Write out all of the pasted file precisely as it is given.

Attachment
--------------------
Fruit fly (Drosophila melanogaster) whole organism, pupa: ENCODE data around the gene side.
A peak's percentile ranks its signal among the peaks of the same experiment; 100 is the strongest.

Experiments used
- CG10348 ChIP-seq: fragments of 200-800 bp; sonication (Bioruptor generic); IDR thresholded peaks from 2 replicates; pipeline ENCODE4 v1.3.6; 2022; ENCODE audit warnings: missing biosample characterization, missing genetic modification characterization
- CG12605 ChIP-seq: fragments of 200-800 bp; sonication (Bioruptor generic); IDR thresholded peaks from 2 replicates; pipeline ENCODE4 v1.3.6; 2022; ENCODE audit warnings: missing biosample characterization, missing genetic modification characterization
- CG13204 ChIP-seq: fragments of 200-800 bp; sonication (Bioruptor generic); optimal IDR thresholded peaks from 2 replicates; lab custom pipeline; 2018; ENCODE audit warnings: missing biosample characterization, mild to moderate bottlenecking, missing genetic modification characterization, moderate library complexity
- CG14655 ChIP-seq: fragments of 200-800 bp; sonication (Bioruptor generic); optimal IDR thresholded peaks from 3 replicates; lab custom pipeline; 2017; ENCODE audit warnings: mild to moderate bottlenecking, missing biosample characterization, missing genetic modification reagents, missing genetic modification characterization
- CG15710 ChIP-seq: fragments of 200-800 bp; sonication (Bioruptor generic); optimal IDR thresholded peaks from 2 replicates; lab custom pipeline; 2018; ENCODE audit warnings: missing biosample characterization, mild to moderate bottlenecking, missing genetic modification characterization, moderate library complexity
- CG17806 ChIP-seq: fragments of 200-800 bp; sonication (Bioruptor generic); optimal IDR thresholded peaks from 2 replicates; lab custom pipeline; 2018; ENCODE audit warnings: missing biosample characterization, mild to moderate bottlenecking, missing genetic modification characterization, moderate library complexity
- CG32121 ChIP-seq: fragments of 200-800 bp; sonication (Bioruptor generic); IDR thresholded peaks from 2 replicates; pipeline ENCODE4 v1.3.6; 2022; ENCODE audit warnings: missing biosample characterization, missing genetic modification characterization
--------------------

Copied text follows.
Fruit fly (Drosophila melanogaster) whole organism, pupa: ENCODE data around the gene side.
A peak's percentile ranks its signal among the peaks of the same experiment; 100 is the strongest.

Experiments used
- CG10348 ChIP-seq: fragments of 200-800 bp; sonication (Bioruptor generic); IDR thresholded peaks from 2 replicates; pipeline ENCODE4 v1.3.6; 2022; ENCODE audit warnings: missing biosample characterization, missing genetic modification characterization
- CG12605 ChIP-seq: fragments of 200-800 bp; sonication (Bioruptor generic); IDR thresholded peaks from 2 replicates; pipeline ENCODE4 v1.3.6; 2022; ENCODE audit warnings: missing biosample characterization, missing genetic modification characterization
- CG13204 ChIP-seq: fragments of 200-800 bp; sonication (Bioruptor generic); optimal IDR thresholded peaks from 2 replicates; lab custom pipeline; 2018; ENCODE audit warnings: missing biosample characterization, mild to moderate bottlenecking, missing genetic modification characterization, moderate library complexity
- CG14655 ChIP-seq: fragments of 200-800 bp; sonication (Bioruptor generic); optimal IDR thresholded peaks from 3 replicates; lab custom pipeline; 2017; ENCODE audit warnings: mild to moderate bottlenecking, missing biosample characterization, missing genetic modification reagents, missing genetic modification characterization
- CG15710 ChIP-seq: fragments of 200-800 bp; sonication (Bioruptor generic); optimal IDR thresholded peaks from 2 replicates; lab custom pipeline; 2018; ENCODE audit warnings: missing biosample characterization, mild to moderate bottlenecking, missing genetic modification characterization, moderate library complexity
- CG17806 ChIP-seq: fragments of 200-800 bp; sonication (Bioruptor generic); optimal IDR thresholded peaks from 2 replicates; lab custom pipeline; 2018; ENCODE audit warnings: missing biosample characterization, mild to moderate bottlenecking, missing genetic modification characterization, moderate library complexity
- CG32121 ChIP-seq: fragments of 200-800 bp; sonication (Bioruptor generic); IDR thresholded peaks from 2 replicates; pipeline ENCODE4 v1.3.6; 2022; ENCODE audit warnings: missing biosample characterization, missing genetic modification characterization